Guide to Visiting Tsukiji Fish Market

Tsukiji Fish Market (Tsukiji Shijo) is one of Tokyo’s top attractions – and with good reason.

It’s one of the most exciting markets in the world, whether you arrive early in the morning for the tuna auctions, or later in the morning for a look around and a sushi breakfast.

Since we get more questions about Tsukiji than almost any other place in Tokyo, we’ve put together an easy guide to visiting Tsukiji Market (number one may seem obvious, but itโ€™s often overlooked)!

Our Updated Guide to Visiting Tokyo’s Tsukiji Market

tsukiji fish market tokyo japan

1. Make Sure Tsukiji is Right for You

Tsukiji Market – the world’s largest fish market – is an amazing place if you’re a foodie, love markets, are a photographer – or simply enjoy visiting unique places.

But if you’re squeamish, don’t like seafood, or are not particularly fond of markets, you might want to consider skipping Tsukiji (and the article and images below).

Tsukiji Fish Market Tokyo Japan fish

Fish at Tokyo’s Tsukiji Market

2. Visit Before the Market Moves

Tsukiji Fish Market won’t be here for long.

The wholesale market is slated to move to the nearby Toyosu district in the near future – before the 2020 Tokyo Olympics – which means you don’t have much time left to visit.

The new market will surely be a modern marvel, but nothing can replace the character and history of Tsukiji.

For a taste of Tsukiji’s many fascinating stories, check out the Asahi Shimbun’s series, Tsukiji: Kitchen of the Times.

Boutique Japan Featured Travelers Tokyo Tsukiji Market

Two of our travelers at Tokyo’s Tsukiji Fish Market

3. Check The Market Calendar Before You Visit

Tsukiji Market is not open every day, so make sure to confirm it will be open when you want to visit.

In addition to holidays and Sundays, it’s usually (though not always) closed on Wednesdays.

You can always check the official Tsukiji Market calendar at Tsukiji’s English-language page.

Even though it’s in Japanese, it’s easy to read: simply avoid the days with a red dot, which mean it’s closed:

example tsukiji fish market calendar

Example of Tsukiji Market calendar: the red dots mean it’s closed

4. Getting to Tsukiji: Transportation Options

Tsukiji Market is located in central Tokyo’s Tsukiji district, not far from the upscale Ginza neighborhood.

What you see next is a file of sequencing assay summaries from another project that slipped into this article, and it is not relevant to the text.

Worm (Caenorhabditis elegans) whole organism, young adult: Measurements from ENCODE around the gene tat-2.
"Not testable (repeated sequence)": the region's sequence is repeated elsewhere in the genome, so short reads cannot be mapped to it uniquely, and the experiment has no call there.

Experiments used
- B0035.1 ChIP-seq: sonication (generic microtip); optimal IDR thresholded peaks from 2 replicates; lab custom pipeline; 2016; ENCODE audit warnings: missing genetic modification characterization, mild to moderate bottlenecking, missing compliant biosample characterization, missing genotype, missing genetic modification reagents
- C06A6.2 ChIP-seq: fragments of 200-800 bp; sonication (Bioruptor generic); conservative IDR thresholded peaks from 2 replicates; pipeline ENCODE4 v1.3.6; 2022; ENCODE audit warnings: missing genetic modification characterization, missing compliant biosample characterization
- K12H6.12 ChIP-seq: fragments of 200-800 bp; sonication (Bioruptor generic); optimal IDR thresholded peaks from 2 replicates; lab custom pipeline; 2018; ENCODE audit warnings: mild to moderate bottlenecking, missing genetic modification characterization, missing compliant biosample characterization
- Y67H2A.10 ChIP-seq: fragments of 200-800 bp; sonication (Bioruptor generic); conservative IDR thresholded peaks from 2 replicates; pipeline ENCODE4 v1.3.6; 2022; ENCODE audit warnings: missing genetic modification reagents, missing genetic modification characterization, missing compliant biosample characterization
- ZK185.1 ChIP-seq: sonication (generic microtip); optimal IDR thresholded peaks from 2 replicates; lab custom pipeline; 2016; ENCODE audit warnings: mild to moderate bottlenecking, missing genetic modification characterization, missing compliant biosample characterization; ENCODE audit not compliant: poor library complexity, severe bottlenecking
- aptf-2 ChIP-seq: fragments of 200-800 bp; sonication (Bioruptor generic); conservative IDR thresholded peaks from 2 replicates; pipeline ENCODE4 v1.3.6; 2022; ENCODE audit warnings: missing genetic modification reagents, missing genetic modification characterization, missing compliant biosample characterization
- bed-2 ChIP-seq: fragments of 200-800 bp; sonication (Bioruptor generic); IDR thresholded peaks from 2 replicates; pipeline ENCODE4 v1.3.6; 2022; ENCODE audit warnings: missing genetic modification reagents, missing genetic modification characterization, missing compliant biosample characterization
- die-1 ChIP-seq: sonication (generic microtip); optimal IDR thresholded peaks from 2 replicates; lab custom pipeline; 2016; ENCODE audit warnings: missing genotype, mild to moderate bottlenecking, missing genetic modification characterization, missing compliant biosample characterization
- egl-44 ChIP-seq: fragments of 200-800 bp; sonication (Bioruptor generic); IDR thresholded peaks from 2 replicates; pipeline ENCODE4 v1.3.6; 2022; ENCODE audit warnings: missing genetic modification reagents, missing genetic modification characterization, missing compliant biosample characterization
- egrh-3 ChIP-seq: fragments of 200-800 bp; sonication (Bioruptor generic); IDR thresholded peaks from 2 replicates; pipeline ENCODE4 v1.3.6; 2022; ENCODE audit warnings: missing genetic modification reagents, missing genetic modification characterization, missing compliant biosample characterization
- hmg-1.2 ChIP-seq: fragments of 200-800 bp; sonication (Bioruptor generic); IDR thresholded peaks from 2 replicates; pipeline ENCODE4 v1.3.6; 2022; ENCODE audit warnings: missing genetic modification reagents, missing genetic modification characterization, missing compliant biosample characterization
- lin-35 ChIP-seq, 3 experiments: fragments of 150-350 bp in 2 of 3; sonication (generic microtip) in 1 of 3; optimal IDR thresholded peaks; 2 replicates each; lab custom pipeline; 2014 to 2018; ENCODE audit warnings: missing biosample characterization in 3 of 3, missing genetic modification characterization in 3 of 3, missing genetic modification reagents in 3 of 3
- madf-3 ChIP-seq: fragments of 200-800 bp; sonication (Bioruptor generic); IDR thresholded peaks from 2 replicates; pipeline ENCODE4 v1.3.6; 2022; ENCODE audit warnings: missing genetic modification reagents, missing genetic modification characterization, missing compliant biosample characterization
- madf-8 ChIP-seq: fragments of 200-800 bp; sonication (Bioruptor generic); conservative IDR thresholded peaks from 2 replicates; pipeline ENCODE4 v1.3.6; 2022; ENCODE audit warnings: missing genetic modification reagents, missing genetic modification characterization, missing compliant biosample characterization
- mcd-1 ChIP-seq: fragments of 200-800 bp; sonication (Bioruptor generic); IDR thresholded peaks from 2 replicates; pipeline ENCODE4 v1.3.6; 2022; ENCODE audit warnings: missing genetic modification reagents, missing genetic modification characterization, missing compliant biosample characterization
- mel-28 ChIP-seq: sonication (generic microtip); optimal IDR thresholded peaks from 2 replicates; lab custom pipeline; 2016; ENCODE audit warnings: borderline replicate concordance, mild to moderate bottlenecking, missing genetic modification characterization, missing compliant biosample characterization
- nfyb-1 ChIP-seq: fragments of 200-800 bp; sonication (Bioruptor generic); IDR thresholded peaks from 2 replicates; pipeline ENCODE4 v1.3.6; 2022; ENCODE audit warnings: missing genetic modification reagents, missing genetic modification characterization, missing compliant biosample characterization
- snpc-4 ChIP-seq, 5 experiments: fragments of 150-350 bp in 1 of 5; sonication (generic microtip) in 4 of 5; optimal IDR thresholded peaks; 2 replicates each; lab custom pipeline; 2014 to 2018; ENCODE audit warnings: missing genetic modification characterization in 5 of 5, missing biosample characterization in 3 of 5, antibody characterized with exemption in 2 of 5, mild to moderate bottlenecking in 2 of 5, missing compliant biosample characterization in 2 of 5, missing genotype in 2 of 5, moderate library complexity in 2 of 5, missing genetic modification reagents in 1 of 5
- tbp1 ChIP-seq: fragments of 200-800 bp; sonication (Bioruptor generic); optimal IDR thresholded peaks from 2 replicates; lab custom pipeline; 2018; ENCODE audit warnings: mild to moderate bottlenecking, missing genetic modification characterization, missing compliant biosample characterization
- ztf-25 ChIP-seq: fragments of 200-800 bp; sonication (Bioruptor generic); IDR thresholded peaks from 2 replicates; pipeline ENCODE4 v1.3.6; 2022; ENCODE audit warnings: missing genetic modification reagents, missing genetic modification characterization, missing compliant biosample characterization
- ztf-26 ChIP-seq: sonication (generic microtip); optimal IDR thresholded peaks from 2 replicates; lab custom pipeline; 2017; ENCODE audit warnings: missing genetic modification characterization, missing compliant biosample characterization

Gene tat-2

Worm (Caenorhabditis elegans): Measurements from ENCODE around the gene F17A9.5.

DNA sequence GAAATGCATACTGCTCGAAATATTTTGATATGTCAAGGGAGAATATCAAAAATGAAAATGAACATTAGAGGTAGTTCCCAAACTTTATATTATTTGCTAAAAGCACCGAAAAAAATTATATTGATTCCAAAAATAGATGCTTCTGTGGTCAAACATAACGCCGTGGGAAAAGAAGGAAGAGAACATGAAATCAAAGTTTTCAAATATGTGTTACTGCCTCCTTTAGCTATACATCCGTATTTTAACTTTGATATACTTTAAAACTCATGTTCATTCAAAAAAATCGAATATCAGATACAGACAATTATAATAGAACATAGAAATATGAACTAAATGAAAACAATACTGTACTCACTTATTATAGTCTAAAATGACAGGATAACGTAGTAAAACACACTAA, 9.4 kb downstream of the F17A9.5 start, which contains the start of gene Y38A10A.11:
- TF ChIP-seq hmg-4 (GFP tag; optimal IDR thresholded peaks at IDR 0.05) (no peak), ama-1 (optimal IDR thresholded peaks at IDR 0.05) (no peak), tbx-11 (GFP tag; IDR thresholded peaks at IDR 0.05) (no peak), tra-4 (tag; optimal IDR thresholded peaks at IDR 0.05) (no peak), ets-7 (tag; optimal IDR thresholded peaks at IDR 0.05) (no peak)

Depending on where you’re traveling from, the best option to get here may be to walk, take the subway or take a taxi.

If you’re traveling by subway, the closest station is Tsukiji Shijo Station on the Toei Oedo subway line, and second closest is Tsukiji Station on the Tokyo Metro Hibiya subway line (a few minutes’ walk).

Note: If you’re planning on seeing the early-morning tuna auctions, you’ll need to take a taxi or walk as subways don’t start running until later in the morning.

5. To See or Not to See the Tuna Auctions

Speaking of tuna auctions, as one of our viewers – Claire from New York City – asked us, “Is it really worth waking up at 3 AM to see the tuna auctions?”

The answer is not clear cut, but if you don’t mind waking up around 3:00 am then you may want to at least consider going.

However, it is very important to note that you do NOT need to see the tuna auctions to enjoy Tsukiji Market. In fact, most people who visit Tsukiji come later in the morning, around 7:00, 8:00 or 9:00 AM.

If you’re thinking of going for the tuna auctions, first make sure they will be open. During busy seasons (for example, the end of the year) they are not open to the public. Check this metropolitan government page for alerts.

If after seeing fairly graphic photos or videos (like the one below) you decide you do want to try and see the auctions, you will need to wake up very early! On auction days space is limited to a maximum of 120 people (divided into two groups of 60 each).

Registration is free, but it cannot be done in advance and begins promptly at 5:00 am. People begin to line up earlier, so to try and guarantee entrance you’ll need to arrive as early as possible.

Registration takes place on the 1st floor of the aptly-named Fish Information Center (Osakana Fukyu Center), located by the market’s Kachidoki Bridge entrance (Kachidoki Hashi), off Harumi Dori street (see the point marked on this map):

6. Be Respectful: Follow The Rules

Remember that Tsukiji is not designed to be a tourist attraction, so be respectful of the people working and shopping here.